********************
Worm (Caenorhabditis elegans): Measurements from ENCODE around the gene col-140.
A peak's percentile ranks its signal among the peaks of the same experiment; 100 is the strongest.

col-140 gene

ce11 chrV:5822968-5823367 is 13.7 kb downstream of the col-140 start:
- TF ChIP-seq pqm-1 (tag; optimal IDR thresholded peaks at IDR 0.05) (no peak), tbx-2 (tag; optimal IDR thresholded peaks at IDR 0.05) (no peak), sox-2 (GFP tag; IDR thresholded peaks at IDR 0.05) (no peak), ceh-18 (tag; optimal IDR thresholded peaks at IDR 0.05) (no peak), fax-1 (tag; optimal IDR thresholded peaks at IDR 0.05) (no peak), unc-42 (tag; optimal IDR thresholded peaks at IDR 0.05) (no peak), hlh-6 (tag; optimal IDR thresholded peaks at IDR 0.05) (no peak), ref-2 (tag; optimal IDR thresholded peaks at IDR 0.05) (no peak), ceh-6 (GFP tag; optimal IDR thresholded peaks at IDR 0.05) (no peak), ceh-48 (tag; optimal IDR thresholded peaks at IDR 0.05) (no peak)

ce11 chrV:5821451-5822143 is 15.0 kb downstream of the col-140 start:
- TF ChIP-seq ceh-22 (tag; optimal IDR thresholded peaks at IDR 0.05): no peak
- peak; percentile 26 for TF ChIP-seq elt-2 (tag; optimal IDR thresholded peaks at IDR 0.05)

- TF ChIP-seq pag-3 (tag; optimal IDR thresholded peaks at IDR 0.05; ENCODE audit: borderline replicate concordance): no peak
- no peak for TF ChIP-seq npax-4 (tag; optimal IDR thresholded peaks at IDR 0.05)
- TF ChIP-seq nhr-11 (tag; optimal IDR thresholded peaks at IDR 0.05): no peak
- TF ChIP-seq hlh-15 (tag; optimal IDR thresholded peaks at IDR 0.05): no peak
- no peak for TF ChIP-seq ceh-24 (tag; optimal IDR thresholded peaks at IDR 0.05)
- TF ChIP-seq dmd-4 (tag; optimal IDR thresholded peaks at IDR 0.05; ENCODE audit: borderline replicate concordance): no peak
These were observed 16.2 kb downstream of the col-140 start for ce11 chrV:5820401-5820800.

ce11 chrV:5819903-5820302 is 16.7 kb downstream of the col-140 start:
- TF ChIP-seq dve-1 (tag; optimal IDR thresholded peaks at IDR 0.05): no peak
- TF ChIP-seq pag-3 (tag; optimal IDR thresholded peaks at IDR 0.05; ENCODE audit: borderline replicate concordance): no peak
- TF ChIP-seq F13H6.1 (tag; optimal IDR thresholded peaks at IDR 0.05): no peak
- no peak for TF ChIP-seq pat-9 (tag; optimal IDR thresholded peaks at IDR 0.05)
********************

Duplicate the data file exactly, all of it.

Worm (Caenorhabditis elegans): Measurements from ENCODE around the gene col-140.
A peak's percentile ranks its signal among the peaks of the same experiment; 100 is the strongest.

col-140 gene

ce11 chrV:5822968-5823367 is 13.7 kb downstream of the col-140 start:
- TF ChIP-seq pqm-1 (tag; optimal IDR thresholded peaks at IDR 0.05) (no peak), tbx-2 (tag; optimal IDR thresholded peaks at IDR 0.05) (no peak), sox-2 (GFP tag; IDR thresholded peaks at IDR 0.05) (no peak), ceh-18 (tag; optimal IDR thresholded peaks at IDR 0.05) (no peak), fax-1 (tag; optimal IDR thresholded peaks at IDR 0.05) (no peak), unc-42 (tag; optimal IDR thresholded peaks at IDR 0.05) (no peak), hlh-6 (tag; optimal IDR thresholded peaks at IDR 0.05) (no peak), ref-2 (tag; optimal IDR thresholded peaks at IDR 0.05) (no peak), ceh-6 (GFP tag; optimal IDR thresholded peaks at IDR 0.05) (no peak), ceh-48 (tag; optimal IDR thresholded peaks at IDR 0.05) (no peak)

ce11 chrV:5821451-5822143 is 15.0 kb downstream of the col-140 start:
- TF ChIP-seq ceh-22 (tag; optimal IDR thresholded peaks at IDR 0.05): no peak
- peak; percentile 26 for TF ChIP-seq elt-2 (tag; optimal IDR thresholded peaks at IDR 0.05)

- TF ChIP-seq pag-3 (tag; optimal IDR thresholded peaks at IDR 0.05; ENCODE audit: borderline replicate concordance): no peak
- no peak for TF ChIP-seq npax-4 (tag; optimal IDR thresholded peaks at IDR 0.05)
- TF ChIP-seq nhr-11 (tag; optimal IDR thresholded peaks at IDR 0.05): no peak
- TF ChIP-seq hlh-15 (tag; optimal IDR thresholded peaks at IDR 0.05): no peak
- no peak for TF ChIP-seq ceh-24 (tag; optimal IDR thresholded peaks at IDR 0.05)
- TF ChIP-seq dmd-4 (tag; optimal IDR thresholded peaks at IDR 0.05; ENCODE audit: borderline replicate concordance): no peak
These were observed 16.2 kb downstream of the col-140 start for ce11 chrV:5820401-5820800.

ce11 chrV:5819903-5820302 is 16.7 kb downstream of the col-140 start:
- TF ChIP-seq dve-1 (tag; optimal IDR thresholded peaks at IDR 0.05): no peak
- TF ChIP-seq pag-3 (tag; optimal IDR thresholded peaks at IDR 0.05; ENCODE audit: borderline replicate concordance): no peak
- TF ChIP-seq F13H6.1 (tag; optimal IDR thresholded peaks at IDR 0.05): no peak
- no peak for TF ChIP-seq pat-9 (tag; optimal IDR thresholded peaks at IDR 0.05)